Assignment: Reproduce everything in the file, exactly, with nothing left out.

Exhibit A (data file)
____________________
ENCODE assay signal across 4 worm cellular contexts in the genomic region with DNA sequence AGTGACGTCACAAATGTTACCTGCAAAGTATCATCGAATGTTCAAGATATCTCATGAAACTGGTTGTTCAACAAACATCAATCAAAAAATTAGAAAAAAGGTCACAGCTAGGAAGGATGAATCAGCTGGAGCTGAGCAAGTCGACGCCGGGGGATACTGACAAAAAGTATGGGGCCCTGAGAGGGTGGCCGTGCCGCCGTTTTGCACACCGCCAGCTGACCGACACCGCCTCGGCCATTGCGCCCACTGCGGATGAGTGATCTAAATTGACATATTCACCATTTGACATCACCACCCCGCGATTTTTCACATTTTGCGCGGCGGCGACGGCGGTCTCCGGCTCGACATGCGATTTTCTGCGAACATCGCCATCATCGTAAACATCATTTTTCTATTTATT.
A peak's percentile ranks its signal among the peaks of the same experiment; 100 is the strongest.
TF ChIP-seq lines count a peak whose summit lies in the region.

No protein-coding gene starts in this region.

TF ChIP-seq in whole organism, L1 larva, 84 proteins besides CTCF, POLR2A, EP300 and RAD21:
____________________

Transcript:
ENCODE assay signal across 4 worm cellular contexts in the genomic region with DNA sequence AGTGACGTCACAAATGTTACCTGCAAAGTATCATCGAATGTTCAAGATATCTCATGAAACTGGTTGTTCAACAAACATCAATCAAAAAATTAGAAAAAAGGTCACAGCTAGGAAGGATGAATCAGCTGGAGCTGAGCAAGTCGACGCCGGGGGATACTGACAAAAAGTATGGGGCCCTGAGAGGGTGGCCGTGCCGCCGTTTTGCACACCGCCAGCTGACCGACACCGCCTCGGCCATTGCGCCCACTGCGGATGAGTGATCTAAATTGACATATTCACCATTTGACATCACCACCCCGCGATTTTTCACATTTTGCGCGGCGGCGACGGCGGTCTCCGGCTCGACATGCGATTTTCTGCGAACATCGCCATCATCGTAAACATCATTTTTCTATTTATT.
A peak's percentile ranks its signal among the peaks of the same experiment; 100 is the strongest.
TF ChIP-seq lines count a peak whose summit lies in the region.

No protein-coding gene starts in this region.

TF ChIP-seq in whole organism, L1 larva, 84 proteins besides CTCF, POLR2A, EP300 and RAD21: